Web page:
What is Agni?

Agni is basically the opposite of ama – when agni is low, ama may form.  Agni means ‘fire’ – it is our metabolic strength, our ability to digest and assimilate food, and other impressions that we take into ourselves through the sense organs.  Agni is hot, light, and subtle.  Agni could become impaired when there is sickness, chronic or acute, overeating, eating at improper times or improper food combinations that are hard to digest, when taking pharmaceuticals, or after surgery.  Signs of low or impaired agni are very similar to those signs of ama.

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What is Sattva?

Sattva is one of the three major energy forces, called gunas, which interact to manifest our universe.  These energies can be most easily understood in relation to our state of mind.  Rajas and Tamas, meaning action and inertia, respectively, are the other two gunas, or energies.  These energies are constantly transforming into and out of one another.  Sattva is defined as ‘essence,’ it is subtle, graceful, peaceful, good and pure.  Sattvic qualities allow us to improve our health and well-being by allowing us positive space to rest, renew and rejuvenate into our best self. Think calm, quiet and easy. The goal of this cleanse is to increase our sattvic qualities, so we take in sattvic foods and impressions to increase this quality in our body and mind.  One of the sanskrit names for the ‘mind’ is sattva – it’s nice to know that the mind is inherently calm and peaceful.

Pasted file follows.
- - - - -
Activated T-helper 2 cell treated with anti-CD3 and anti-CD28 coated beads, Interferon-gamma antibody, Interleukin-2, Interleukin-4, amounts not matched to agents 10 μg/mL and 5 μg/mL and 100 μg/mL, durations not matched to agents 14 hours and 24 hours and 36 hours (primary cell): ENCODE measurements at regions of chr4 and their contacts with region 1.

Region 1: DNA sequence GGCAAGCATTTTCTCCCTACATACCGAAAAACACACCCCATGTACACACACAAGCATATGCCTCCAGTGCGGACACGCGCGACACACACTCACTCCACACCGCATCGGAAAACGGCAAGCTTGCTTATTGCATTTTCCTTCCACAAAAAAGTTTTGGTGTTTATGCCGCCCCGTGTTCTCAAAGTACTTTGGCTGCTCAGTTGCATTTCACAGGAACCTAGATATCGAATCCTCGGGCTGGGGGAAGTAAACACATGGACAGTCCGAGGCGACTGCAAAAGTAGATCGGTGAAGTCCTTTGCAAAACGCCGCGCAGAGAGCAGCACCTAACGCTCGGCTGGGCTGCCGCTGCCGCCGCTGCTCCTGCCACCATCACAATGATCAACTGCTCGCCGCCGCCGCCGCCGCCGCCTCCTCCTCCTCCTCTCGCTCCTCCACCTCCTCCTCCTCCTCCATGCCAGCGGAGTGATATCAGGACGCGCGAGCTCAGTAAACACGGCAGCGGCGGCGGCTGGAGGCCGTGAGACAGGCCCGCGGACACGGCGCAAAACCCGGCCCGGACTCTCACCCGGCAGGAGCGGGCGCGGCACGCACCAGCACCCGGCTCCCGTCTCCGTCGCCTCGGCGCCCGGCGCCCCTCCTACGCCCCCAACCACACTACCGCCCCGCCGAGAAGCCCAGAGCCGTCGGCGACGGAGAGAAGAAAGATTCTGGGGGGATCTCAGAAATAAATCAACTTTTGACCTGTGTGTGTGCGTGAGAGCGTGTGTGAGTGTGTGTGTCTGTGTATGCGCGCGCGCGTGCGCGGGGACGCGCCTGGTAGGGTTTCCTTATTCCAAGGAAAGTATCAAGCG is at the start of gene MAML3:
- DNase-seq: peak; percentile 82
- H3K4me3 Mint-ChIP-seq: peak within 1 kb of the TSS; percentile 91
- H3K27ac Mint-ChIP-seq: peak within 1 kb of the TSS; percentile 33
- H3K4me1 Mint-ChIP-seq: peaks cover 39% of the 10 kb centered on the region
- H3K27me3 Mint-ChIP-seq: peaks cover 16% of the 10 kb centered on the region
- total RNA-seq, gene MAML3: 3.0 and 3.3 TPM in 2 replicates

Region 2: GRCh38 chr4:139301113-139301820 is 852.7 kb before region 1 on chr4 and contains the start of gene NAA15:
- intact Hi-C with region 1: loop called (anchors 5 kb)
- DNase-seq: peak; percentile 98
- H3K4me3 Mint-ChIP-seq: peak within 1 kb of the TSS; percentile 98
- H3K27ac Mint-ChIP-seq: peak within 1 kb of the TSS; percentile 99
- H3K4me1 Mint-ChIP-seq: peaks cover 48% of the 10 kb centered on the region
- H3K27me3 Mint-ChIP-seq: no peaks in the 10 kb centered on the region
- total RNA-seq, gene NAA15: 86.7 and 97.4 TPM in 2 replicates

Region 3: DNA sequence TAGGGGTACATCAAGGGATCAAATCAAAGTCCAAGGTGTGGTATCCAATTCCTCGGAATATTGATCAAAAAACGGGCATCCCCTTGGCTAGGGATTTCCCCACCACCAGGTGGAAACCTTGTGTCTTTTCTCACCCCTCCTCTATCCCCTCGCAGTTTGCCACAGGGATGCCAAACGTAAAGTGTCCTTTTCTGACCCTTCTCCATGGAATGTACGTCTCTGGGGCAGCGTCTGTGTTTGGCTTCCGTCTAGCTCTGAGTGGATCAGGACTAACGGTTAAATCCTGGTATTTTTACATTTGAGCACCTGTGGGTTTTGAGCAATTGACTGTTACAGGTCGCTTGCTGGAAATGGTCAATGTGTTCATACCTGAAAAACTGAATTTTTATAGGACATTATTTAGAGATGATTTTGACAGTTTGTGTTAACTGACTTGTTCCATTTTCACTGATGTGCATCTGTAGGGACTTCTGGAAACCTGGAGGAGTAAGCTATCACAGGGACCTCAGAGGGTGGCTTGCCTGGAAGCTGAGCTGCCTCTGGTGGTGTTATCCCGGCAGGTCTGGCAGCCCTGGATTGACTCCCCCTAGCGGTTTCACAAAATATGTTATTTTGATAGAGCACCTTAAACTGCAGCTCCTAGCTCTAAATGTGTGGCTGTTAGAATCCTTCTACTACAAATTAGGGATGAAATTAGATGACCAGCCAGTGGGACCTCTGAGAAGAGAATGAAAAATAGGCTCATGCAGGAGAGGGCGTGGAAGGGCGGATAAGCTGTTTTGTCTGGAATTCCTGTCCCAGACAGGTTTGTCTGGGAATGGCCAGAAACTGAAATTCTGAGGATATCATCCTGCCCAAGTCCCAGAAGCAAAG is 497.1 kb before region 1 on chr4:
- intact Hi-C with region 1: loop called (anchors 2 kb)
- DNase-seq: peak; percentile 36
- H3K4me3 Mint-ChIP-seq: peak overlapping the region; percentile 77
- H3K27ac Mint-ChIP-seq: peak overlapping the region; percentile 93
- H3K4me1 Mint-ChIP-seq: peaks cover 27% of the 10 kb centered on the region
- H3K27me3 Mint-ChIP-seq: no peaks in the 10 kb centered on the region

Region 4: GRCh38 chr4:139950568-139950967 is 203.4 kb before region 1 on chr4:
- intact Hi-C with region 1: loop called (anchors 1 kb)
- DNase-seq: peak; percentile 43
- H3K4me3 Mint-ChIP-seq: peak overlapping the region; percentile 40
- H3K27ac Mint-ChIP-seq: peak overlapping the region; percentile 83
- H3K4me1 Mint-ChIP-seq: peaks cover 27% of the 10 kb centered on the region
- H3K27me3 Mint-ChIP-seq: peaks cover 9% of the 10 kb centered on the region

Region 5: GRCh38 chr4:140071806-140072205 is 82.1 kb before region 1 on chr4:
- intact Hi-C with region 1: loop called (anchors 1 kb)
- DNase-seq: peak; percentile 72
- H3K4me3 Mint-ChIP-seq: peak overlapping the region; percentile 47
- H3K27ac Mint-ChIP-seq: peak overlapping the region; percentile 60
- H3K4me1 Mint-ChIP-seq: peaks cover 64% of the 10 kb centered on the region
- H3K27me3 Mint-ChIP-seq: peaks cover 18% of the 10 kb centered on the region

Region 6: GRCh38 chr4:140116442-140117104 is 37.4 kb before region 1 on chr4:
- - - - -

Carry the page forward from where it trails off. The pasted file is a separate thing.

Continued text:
Why kitchari?

  • It is easy to digest, allowing the body to use less energy on digestive functions, and more on clearing and metabolizing gunk from the body.
  • It is a complete protein, meaning you will get enough nutrients to sustain a restful daily routine from this dish alone.
  • It is balancing for all of the doshas, or elements.
  • The recommended spices like ginger, turmeric, coriander, cumin and fennel, are anti-inflammatory, cleanse the blood, burn up toxins and improve agni.
  • It is alkaline for the body, assisting in lowering acidity of the blood.